Campling’s Age/Work Arc Theory

ideaaaMatthew Campling, a prominent psychotherapist, once completed a case study after which he created what is now known as Campling’s Age/Work Arc Theory (or CAWA). The theory was developed after Campling asked a simple question – can a job in today’s work environment be held for life or will you have to move on as your career goals change?

The first question we really must ask ourselves is whether or not we are talking about our jobs in terms of our lifetime or in terms of careers. In today’s day and age, it is less common to find a person who sticks with the same career for an entire lifetime. Many people change careers completely at least once and some will change three or more times.

There are two facts to consider when we think about our ages in relationship to our work are a) what will make us happiest longest and b) how long we will live. We already know that people are living longer lives, so will the same jobs our parents kept from their teenage years through retirement keep us happy just as long? Whereas people were once afraid of change, change in life (and career) is now almost guaranteed.

Here are a few questions you’re eventually going to have to sit back and ask yourself:

  • Do you have consistent levels of talent or will you be considered a “one hit wonder” in your career field?
  • Can you ensure that your career will never be sidelined?
  • Why are some people very happy with their career choices while others seem to have a tough time finding one that works for them?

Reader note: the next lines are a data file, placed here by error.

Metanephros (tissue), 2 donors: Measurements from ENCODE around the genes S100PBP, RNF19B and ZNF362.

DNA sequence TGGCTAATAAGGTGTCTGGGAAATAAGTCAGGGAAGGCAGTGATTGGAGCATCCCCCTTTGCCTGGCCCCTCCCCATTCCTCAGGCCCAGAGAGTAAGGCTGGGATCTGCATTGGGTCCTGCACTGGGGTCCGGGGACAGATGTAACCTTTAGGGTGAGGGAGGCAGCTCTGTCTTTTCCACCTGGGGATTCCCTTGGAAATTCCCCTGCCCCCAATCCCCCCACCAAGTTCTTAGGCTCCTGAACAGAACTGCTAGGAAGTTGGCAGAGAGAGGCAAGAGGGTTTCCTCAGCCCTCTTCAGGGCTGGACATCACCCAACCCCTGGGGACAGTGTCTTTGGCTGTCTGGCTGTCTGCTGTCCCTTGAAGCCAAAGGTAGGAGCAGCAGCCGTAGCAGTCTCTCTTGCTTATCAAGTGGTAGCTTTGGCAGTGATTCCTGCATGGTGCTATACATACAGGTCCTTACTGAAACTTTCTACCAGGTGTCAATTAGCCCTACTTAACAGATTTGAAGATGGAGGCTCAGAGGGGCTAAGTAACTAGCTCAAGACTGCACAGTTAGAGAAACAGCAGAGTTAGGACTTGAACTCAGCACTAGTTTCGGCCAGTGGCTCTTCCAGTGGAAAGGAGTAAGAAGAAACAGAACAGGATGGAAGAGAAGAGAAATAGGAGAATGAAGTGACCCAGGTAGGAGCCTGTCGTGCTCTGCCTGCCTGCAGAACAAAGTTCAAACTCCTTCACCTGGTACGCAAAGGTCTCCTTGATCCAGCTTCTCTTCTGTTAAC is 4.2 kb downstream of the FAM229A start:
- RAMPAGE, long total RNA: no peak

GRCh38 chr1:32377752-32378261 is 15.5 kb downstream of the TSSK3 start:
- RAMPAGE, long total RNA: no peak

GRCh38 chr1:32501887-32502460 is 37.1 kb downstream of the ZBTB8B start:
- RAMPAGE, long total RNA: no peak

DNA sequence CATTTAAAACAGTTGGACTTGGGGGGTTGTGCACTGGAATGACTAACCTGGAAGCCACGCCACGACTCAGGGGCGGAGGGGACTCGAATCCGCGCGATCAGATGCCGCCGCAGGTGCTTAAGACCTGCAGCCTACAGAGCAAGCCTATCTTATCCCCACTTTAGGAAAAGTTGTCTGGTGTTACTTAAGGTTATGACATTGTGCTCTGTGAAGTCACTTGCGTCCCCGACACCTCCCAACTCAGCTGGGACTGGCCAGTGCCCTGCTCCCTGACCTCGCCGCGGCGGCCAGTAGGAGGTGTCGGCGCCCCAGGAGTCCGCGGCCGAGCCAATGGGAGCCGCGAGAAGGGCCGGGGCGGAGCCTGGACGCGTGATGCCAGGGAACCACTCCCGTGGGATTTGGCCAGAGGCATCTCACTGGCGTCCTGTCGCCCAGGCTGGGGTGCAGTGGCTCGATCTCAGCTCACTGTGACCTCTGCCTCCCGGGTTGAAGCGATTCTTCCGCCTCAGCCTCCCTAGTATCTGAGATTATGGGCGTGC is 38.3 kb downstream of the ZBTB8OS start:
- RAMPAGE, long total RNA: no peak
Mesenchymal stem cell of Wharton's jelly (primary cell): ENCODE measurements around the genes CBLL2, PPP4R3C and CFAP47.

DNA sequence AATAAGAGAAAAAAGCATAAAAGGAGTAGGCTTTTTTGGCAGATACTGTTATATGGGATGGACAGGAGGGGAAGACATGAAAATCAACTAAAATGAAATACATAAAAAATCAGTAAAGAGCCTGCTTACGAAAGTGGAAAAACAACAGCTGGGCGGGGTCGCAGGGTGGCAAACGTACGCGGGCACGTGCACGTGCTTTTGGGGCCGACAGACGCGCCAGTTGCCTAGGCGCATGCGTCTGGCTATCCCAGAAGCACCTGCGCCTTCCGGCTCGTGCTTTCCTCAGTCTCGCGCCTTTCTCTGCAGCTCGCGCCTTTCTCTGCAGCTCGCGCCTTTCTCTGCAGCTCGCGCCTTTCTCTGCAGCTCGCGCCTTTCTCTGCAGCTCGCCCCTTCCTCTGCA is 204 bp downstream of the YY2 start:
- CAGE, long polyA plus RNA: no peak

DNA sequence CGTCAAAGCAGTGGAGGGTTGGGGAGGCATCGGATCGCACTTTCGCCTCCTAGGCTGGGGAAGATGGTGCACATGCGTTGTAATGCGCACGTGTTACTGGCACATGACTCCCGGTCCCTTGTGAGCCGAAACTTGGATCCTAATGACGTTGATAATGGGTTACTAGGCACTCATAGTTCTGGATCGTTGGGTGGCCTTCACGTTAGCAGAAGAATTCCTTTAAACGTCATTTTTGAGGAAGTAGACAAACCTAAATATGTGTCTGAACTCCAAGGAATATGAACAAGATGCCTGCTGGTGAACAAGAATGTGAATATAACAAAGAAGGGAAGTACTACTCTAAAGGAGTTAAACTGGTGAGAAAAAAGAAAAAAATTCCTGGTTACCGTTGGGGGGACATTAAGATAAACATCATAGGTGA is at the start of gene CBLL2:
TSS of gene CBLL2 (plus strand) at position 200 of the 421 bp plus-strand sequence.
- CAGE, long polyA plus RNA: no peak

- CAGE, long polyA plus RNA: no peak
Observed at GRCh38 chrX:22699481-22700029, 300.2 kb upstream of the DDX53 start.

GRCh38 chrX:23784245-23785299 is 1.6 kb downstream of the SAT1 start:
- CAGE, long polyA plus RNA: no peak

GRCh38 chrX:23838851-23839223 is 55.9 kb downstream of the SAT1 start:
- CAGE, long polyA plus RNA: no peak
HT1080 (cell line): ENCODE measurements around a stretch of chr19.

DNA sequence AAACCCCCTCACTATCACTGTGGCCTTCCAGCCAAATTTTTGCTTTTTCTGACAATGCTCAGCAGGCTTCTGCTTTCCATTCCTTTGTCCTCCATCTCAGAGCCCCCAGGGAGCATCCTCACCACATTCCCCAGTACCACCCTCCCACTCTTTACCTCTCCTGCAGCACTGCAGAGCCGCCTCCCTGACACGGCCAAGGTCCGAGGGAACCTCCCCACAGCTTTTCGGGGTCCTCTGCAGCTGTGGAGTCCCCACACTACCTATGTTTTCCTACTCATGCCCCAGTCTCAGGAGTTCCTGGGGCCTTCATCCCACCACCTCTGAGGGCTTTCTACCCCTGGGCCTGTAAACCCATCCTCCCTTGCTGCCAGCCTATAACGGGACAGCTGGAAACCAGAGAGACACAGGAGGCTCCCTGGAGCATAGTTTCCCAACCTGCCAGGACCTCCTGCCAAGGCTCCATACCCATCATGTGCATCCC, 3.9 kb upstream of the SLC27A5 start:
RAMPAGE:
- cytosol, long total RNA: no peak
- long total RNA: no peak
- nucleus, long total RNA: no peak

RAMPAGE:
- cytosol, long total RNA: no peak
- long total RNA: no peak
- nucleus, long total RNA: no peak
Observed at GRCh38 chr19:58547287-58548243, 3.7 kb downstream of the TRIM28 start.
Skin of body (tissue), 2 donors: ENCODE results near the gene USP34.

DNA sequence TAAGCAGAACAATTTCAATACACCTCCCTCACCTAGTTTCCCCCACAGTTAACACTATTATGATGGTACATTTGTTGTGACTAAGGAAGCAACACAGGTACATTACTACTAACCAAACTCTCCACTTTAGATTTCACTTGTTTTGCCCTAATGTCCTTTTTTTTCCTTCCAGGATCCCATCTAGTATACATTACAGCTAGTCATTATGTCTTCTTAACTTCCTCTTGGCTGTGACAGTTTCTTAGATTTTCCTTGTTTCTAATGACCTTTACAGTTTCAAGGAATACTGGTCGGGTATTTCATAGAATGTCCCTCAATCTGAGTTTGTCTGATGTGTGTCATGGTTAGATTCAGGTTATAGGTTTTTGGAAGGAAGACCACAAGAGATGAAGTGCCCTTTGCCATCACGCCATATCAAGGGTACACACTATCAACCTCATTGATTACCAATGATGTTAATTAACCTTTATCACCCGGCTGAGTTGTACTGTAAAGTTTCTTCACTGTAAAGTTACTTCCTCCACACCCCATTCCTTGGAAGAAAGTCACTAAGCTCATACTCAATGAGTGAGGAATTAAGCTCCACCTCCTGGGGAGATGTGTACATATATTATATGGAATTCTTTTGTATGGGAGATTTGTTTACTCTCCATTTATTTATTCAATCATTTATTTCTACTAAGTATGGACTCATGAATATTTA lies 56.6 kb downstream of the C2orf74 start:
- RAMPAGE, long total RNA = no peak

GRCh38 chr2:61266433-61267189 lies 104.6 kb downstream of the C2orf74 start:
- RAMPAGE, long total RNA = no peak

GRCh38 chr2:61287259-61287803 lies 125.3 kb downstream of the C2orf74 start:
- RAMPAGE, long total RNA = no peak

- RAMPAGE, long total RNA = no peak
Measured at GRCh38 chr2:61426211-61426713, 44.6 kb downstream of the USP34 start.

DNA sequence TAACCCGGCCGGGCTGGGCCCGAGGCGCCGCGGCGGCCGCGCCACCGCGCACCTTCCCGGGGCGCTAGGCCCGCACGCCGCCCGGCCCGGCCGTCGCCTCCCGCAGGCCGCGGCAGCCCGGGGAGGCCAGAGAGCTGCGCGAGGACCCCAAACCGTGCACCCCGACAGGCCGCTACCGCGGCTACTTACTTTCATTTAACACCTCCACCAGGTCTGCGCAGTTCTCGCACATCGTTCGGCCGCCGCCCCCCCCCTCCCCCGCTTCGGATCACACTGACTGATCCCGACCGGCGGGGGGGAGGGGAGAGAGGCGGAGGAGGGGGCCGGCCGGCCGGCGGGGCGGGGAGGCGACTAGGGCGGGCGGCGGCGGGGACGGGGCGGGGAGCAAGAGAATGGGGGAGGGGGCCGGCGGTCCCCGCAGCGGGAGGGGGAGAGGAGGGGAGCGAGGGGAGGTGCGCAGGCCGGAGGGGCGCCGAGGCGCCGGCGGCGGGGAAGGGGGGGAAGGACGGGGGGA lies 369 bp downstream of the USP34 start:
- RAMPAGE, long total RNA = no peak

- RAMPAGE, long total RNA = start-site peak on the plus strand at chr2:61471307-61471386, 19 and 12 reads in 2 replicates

There are dozens of other questions but, in short, they look to bring an understanding to the realization that many people will have a low point, high point, and then a low point (forming an arc) in their career patterns. People tend to reach a “high point” and after that seem to spiral downwards as their career cycles end.

If you are “happy” at work you may be at the peak of your career and in a few months or years may suddenly feel as though you’ve lost track of your goals, sidelining yourself.

The real question is this: what can you do as you build your career, or before you get to that pivotal high point, that will ensure you’re always happy.

Do you think it’s even possible to remain truly happy at work – forever? Think on it and let me know your thoughts.

Thanks again,

Sean

Sean McPheat

Managing Director

http://www.mtdtraining.com

(Image by Feelart at FreeDigitalPhotos.Net)

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Mark-WilliamsMark Williams

Mark Williams is a learning and development professional, using business psychology and multiple intelligences to create fascinating and quickly-identifiable learning initiatives in the real-world business setting. Mark’s role at MTD is to ensure that our training is leading edge, and works closely with our trainers to develop the best learning experiences for all people on learning programmes. Mark designs and delivers training programmes for businesses both small and large and strives to ensure that MTD’s clients are receiving the very best training, support and services that will really make a difference to their business.